Apart from the band's albums, there is only one mandatory purchase in the Darkthrone discography, and that is 2008's Frostland Tapes, a reproduction of the band's first four demos in their original form, plus a wealth of other material. For years, you had to trade these demos over the web, before that simply tape swapping, but it's excellent to finally have them all in one swank package. And it's a far superior product to the Prepare for War compilation, with the exception of the DVD included in that. Had Fenriz and company simply included that DVD with the Frostland Tapes, and perhaps some of their EP/single 'b-sides' and covers, you would have the perfect bargain, the complete fan collection. Alas, this is at least good enough on its own.
Disc 1 takes it from the top with the title track of the 1988 Land of Frost demo, a rugged and barbaric tune with some elements of death and doom, so disgusting with its echoing vocals, sludgy chords and fuzzy, inept melodies that it seems like some psychedelic house band of fallen angels covering their master's favorite Hellhammer, after listening to too much Iron Butterfly. "Winds of Triton" is another bludgeon of punkish death metal, complete with bombing bass and chords that feel somewhat out of tune. "Forest of Darkness" reminds me of the Riverbottom Nightmare Band from Emmett Otter's Jugband Christmas, it's so raunchy and slamming brutal simplicity. This first demo is rounded out by the sludge and despair of "Odyssey of Freedom" and the chugging march "Day of the Dead". A New Dimension is simply a sampled intro piece ("Twilight Dimension") which runs into the 9 minute instrumental rehearsal "Snowfall", and then it's on to the Thulcandra demo (1989) with its three tracks "Eon", "Thulcandra" and "Archipelago", each of which displays a steady progression from the cruder material on the early demos and the writing that would dominate their debut Soulside Journey. The first closes with the primal, vile "Soria Moria", which picks up into a pretty intense speed for Darkthrone.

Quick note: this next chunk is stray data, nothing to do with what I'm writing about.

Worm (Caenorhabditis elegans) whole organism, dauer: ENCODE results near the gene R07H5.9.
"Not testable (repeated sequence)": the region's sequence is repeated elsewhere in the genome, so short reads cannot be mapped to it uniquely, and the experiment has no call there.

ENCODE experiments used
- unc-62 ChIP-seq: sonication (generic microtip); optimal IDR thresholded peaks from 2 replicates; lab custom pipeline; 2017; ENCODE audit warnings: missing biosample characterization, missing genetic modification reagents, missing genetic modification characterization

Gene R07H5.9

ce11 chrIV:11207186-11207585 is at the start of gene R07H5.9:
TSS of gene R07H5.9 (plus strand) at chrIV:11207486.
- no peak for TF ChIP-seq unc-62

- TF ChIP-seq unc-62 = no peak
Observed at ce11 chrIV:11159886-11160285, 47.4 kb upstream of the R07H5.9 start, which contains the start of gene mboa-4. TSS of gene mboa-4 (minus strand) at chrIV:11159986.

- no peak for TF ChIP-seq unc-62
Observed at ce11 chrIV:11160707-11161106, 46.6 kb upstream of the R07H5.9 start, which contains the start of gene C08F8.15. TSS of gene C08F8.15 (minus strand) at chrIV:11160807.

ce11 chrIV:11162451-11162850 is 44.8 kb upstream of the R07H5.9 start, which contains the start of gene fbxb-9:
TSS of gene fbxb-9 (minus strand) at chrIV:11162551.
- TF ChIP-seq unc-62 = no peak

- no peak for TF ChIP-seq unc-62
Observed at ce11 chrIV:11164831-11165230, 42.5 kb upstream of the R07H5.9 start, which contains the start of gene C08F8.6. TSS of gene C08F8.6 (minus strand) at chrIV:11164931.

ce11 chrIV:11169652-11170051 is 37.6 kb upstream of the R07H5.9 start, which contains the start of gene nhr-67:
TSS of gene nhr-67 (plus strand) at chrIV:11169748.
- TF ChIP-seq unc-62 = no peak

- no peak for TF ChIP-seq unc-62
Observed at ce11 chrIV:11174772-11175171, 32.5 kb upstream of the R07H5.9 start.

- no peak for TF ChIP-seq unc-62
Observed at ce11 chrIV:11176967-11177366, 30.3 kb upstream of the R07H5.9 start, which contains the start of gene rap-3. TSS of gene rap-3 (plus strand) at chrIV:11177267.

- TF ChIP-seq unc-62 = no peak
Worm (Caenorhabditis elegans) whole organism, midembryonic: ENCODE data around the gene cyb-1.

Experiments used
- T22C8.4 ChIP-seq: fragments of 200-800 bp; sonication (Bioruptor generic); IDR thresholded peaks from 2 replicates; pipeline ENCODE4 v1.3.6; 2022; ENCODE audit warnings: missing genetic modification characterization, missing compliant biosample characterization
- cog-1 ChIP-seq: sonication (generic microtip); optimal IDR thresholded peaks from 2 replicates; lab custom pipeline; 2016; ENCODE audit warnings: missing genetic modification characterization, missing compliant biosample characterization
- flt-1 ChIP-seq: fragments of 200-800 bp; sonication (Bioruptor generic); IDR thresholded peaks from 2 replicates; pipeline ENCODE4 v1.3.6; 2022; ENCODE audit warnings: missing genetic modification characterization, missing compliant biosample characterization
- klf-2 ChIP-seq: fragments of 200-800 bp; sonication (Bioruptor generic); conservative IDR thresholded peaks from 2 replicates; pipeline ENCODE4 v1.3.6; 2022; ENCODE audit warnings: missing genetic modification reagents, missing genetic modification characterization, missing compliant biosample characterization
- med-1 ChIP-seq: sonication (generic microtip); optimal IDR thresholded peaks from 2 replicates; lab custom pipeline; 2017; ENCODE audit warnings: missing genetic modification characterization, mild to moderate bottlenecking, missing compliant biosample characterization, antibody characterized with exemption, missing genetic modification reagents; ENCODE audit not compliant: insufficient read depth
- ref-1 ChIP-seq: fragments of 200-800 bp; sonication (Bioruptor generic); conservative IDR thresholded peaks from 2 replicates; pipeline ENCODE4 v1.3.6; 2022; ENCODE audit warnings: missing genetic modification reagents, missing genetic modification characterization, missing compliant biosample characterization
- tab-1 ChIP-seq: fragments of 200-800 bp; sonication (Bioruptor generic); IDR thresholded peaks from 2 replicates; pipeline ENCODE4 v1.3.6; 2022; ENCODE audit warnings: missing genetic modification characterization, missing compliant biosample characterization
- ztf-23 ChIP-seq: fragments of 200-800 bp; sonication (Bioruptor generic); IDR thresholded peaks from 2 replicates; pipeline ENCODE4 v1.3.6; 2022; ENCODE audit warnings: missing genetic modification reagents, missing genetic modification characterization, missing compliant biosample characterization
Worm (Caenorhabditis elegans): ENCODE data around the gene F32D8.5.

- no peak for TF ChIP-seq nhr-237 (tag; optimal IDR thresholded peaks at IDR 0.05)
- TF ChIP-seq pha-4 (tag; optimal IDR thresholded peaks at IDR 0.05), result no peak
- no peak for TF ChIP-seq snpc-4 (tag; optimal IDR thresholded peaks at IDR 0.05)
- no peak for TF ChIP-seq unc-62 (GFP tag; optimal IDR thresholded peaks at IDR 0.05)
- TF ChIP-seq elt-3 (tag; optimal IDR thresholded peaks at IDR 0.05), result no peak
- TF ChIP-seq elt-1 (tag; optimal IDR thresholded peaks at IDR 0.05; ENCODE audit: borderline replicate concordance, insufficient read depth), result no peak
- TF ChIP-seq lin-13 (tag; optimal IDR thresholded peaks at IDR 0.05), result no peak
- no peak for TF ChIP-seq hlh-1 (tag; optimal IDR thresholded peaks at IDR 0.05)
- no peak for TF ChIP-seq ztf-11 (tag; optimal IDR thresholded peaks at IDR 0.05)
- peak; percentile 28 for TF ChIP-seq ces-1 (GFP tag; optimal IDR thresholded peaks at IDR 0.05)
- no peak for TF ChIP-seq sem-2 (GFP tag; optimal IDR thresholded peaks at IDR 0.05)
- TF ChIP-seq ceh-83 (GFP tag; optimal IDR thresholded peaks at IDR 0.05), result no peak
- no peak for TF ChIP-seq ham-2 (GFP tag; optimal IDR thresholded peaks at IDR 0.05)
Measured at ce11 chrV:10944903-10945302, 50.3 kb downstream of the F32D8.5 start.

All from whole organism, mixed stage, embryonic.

Disc 2 continues with the entirety of the Cromlech demo, which is once again a step forward in the band's sound, very close to the debut in menace and attitude, and retaining the Hellhammer influence, though more underground death from Europe and the US is creeping into the sound (some Death, Slayer, Possessed, and so forth). "The Watchtower" is a deep, dark grinder, and "Accumulation of Generalization" and "Sempiternal Past/Presence View Sepulchrality" remind me quite a lot of something from Scream Bloody Gore. After the end of the fourth demo, "Iconoclasm Sweeps Cappadocia", we are treated to some rare live tape from Denmark in 1990, with the band playing a lot of material from their demos/debut: "Cromlech", "Sunrise Over Locus Mortis", "Soulside Journey", "Accumulization of Generalization", "Sempiternal Past/Presence View Sepulchrality", "Iconoclasm Sweeps Cappadocia", and the end being "Neptune Towers". This set actually sounds quite good, reverbrous vocals and a good raw burn to the distortion, and if you were there, well, let's just say you were lucky.
Disc 3 is yet another huge bonus, as it features the entire instrumental set of the band's scrapped 2nd album, which later was released as Goatlord in 1996 with the added vocals. I will take a pass on reviewing this here track by track, as I'd prefer to review the finished version, but it's quite cool to hear where the band would have been headed had they not chosen a different path through the darkness. I am of course referring to the fact that with their 2nd album, they transformed into one of the first and most formative acts in the genre we now know fluently as black metal. So this must come with a warning: if you are expecting Darkthrone the black metal band, and don't care for the style of their debut album, you probably don't need this release, since the material is largely confined to their original style, and extremely crude even by the late 80s standard of death metal.
I really enjoyed this package, as it meant I could scratch all those copied versions of the demos that I'd had kicking around, but it's certainly far from what they are writing today in terms of the lyrics and the riffing. If you're a completist, or a fan of Soulside Journey, then it's well worth the money.
Verdict: Win [7.5/10] (entar to realm of Satan!)